This is remedied easily enough by "eta-expansion", which delays the application until the actual call point: (lambda (x) ((g g) x)) actually says: "will call ((g g) x) when called upon with an argument of x".

And this is actually what that code transformation should have been in the first place:

((lambda (h)     ; C.
     (h h))            ; apply h on h
 (lambda (g)
   ((lambda (f)           ; 'f' to become bound to '(lambda (x) ((g g) x))',
      (lambda (lst) 
        (if (null? lst) 0
          (add1 (f (cdr lst))))))  ; here: (f x) instead of ((g g) x)
    (lambda (x) ((g g) x)))))

Now that next reduction step can be performed:

(let ((h (lambda (g)
           ((lambda (f)    
              (lambda (lst) 
                (if (null? lst) 0
                  (add1 (f (cdr lst))))))
            (lambda (x) ((g g) x))))))
  (let ((g h))
    (let ((f (lambda (x) ((g g) x))))
      (lambda (lst)
            (if (null? lst) 0
              (add1 (f (cdr lst))))))))

and the closure (lambda (lst) ...) is formed and returned without a problem, and when (f (cdr lst)) is called (inside the closure) it is reduced to ((g g) (cdr lst)) just as we wanted it to.


Lastly, we notice that (lambda (f) (lambda (lst ...)) expression in C. doesn't depend on any of the h and g. So we can take it out, make it an argument, and be left with ... the Y combinator:

( ( (lambda (rec)            ; D.
      ( (lambda (h) (h h))  
        (lambda (g)
          (rec (lambda (x) ((g g) x))))))   ; applicative-order Y combinator
    (lambda (f)    
        (lambda (lst) 
          (if (null? lst) 0
            (add1 (f (cdr lst)))))) )
  (list 1 2 3) )                            ; ==> 3

So now, calling Y on a function is equivalent to making a recursive definition out of it:

( y (lambda (f) (lambda (x) .... (f x) .... )) ) 
===  define f = (lambda (x) .... (f x) .... )

... but using letrec (or named let) is better - more efficient, defining the closure in self-referential environment frame. The whole Y thing is a theoretical exercise for the systems where that is not possible — i.e. where it is not possible to name things, to create bindings with names "pointing" to things, referring to things.

Incidentally, the ability to point to things is what distinguishes the higher primates from the rest of the animal kingdom ⁄ living creatures, or so I hear. :)

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Great answer!!! –  soegaard Aug 8 '12 at 13:41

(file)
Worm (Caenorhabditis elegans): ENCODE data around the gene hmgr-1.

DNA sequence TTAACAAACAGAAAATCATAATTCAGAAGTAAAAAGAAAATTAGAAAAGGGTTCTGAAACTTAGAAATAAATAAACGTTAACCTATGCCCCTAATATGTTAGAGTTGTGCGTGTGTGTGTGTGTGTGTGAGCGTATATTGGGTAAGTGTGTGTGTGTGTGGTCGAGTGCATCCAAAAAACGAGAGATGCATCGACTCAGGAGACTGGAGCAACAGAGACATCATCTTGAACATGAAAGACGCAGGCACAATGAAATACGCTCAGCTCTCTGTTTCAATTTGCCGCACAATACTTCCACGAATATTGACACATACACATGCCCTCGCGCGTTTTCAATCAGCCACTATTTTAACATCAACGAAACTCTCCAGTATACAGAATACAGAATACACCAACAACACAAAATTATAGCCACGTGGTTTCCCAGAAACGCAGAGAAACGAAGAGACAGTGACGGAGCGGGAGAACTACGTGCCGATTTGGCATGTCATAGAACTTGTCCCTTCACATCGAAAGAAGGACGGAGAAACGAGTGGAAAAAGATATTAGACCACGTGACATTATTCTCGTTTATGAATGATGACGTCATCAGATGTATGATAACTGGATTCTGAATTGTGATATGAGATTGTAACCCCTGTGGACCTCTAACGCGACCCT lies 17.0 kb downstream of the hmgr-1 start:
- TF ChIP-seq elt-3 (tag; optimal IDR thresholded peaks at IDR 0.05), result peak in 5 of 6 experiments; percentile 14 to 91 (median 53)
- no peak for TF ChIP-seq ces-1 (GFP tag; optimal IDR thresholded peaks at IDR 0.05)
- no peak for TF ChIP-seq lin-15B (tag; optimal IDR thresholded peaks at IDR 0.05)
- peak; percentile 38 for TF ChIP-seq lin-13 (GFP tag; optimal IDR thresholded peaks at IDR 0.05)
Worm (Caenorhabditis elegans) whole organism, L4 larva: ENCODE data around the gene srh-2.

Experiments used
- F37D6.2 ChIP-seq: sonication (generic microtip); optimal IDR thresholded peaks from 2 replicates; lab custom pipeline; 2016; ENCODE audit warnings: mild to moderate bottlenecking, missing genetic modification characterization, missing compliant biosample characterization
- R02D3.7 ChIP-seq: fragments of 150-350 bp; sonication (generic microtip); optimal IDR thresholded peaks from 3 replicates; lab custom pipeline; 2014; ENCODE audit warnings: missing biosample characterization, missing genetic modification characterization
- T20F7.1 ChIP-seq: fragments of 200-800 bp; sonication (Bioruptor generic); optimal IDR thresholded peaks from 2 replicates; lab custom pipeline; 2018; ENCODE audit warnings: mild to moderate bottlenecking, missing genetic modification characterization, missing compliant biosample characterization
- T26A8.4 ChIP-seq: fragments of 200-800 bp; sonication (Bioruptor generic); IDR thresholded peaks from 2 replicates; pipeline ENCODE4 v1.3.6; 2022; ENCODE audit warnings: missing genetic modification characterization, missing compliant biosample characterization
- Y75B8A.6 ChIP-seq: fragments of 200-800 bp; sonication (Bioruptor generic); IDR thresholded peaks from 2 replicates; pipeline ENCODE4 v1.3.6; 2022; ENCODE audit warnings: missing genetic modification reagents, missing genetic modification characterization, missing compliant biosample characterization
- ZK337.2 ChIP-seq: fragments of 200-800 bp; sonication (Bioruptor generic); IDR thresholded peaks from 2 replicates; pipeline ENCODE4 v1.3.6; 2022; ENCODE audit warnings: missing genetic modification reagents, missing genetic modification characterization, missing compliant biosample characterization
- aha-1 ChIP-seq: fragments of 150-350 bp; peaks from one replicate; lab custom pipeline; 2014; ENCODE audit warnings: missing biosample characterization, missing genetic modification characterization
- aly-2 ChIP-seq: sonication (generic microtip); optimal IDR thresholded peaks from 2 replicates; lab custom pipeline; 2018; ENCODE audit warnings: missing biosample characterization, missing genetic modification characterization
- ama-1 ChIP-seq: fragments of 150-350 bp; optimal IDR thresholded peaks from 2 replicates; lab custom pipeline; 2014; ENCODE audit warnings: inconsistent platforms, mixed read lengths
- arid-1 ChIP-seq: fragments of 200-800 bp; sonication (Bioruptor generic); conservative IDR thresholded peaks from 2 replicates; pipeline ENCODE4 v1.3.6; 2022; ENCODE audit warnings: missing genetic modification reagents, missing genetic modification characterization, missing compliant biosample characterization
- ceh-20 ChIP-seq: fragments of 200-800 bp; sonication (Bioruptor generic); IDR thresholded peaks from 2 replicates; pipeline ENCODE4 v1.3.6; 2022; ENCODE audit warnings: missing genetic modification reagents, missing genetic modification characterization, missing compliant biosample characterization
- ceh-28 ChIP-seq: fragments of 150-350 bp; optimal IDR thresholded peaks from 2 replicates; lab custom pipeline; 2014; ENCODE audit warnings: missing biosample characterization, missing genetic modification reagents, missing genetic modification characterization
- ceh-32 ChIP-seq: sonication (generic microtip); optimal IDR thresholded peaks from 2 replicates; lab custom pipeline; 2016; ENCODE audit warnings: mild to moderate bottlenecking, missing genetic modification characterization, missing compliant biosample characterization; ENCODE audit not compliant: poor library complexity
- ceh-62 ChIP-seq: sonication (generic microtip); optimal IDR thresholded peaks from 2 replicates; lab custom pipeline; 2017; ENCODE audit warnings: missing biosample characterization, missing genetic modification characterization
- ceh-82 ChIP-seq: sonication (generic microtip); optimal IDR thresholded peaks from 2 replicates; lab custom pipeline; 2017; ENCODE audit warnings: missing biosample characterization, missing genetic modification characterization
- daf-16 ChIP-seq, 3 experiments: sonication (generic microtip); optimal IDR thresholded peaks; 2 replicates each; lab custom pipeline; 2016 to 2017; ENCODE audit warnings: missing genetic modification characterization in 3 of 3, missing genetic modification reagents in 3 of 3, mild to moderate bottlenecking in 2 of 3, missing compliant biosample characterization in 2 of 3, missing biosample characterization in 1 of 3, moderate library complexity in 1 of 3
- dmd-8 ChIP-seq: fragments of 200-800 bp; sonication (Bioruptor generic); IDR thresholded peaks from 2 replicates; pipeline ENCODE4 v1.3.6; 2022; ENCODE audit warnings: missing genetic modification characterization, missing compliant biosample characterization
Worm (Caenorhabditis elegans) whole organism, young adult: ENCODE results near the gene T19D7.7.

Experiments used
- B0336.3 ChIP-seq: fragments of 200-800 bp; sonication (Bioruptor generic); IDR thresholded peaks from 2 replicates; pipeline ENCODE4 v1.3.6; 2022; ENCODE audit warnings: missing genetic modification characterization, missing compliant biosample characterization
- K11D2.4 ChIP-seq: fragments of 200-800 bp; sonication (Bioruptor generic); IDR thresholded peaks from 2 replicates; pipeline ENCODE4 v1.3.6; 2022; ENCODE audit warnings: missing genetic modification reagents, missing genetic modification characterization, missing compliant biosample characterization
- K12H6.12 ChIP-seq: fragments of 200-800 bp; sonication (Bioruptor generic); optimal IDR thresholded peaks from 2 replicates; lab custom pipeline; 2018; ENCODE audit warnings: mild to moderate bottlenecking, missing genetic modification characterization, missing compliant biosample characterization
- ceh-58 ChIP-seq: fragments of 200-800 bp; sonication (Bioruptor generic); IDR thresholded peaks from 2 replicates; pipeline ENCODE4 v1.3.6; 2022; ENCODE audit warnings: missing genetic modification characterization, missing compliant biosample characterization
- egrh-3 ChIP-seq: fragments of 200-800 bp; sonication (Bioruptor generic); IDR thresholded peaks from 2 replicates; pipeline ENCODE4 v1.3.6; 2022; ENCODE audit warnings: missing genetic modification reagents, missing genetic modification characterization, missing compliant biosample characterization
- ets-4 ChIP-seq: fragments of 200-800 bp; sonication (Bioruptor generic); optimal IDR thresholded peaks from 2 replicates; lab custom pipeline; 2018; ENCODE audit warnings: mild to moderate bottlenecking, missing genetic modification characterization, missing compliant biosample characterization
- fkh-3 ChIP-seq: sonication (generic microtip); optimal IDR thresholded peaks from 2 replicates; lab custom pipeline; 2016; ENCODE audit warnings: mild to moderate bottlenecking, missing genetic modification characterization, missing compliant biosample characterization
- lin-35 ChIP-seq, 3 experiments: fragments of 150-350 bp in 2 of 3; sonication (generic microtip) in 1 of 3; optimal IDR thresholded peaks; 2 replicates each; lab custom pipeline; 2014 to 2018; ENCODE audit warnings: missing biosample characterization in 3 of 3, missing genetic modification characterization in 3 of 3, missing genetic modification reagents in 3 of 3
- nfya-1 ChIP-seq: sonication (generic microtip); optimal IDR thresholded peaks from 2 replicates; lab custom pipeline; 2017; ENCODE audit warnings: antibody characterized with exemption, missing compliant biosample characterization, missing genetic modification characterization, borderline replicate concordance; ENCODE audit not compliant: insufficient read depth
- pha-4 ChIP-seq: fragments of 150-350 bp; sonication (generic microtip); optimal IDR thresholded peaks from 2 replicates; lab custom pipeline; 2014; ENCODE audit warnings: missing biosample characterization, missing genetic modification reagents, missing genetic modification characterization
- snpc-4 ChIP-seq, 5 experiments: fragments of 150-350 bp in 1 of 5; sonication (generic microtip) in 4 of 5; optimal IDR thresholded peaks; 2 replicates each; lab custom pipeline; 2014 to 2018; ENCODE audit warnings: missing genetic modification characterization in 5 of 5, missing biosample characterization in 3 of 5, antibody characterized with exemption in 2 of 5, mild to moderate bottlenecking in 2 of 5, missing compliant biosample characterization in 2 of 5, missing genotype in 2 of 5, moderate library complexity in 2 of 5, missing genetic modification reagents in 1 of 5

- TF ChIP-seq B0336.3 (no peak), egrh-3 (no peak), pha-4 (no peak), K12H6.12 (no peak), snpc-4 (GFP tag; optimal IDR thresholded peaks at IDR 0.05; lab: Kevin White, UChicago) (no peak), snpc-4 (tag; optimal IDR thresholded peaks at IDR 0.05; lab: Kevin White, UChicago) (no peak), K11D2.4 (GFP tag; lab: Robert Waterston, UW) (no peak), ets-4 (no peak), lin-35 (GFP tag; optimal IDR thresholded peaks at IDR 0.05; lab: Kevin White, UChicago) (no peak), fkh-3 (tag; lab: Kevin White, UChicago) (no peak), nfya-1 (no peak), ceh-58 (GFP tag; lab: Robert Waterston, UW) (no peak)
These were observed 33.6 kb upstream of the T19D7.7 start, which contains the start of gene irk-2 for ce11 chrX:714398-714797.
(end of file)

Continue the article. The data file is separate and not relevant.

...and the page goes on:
1  
thanks!! :) I think about adding the final step of deriving the Y itself ... it's the next logical thing to do. I remember myself mystified by the whole Y thing/mystery. Needlessly so. Too often it is presented ex-machina. There are all kinds of metaphorical descriptions, but not the actual derivation. I like to see the justification, and then the derivation. In small steps. :) –  Will Ness Aug 8 '12 at 16:51
    
Thanks for this explanation. I was stuck on this very part, and I had a feeling that the first lambda expression mentioned above was also equivalent to the let form, but I wasn't entirely sure until reading this - let alone that it was called the "omega combinator". This information would have been helpful. I think I will still have to spend some time tracing the output of the Y-combinator, but it feels much less muddy than (in my opinion) the authors' rather lackluster explanation of this concept. –  Dylan Sep 17 '12 at 8:31
1  
welcome. :) the "little" explanation as is usual in the "Little" books ... :) They leave it to readers to form explanations for themselves; I personally don't know if that's such a great idea; or else there wouldn't be universities and textbooks today... we're supposed to stand on the giant's shoulders, not in their footsteps... also, it's the little omega: " ω := λx.x x ; Ω := ω ω " and en.wikipedia.org/wiki/Omega calls the Ω an "omega combinator" so that might have not been exactly right. –  Will Ness Sep 17 '12 at 9:05
    
Okay. Thanks for the clarification. One more question - is the second lambda in (A) also an example of a little omega-combinator? I.e. does (lambda (g) (rest-of-function)) resemble the first (lambda (h) (h h)). I am trying to understand how calling (g g) results in recursion on the second lambda expression... –  Dylan Sep 17 '12 at 9:56
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To see what happens, use the stepper in DrRacket. The stepper allows you to see all intermediary steps (and to go back and forth).

Paste the following into DrRacket:

(((lambda (mk-length)
    (mk-length mk-length))
  (lambda (mk-length)
    (lambda (l)
      (cond
        ((null? l) 0 )
        (else (add1
               ((mk-length mk-length)
                (cdr l))))))))
 '(a b c))

Then choose the teaching language "Intermediate Student with lambda". Then click the stepper button (the green triangle followed by a bar).

This is what the first step looks like:

enter image description here

Then make an example for the second function and see what goes wrong.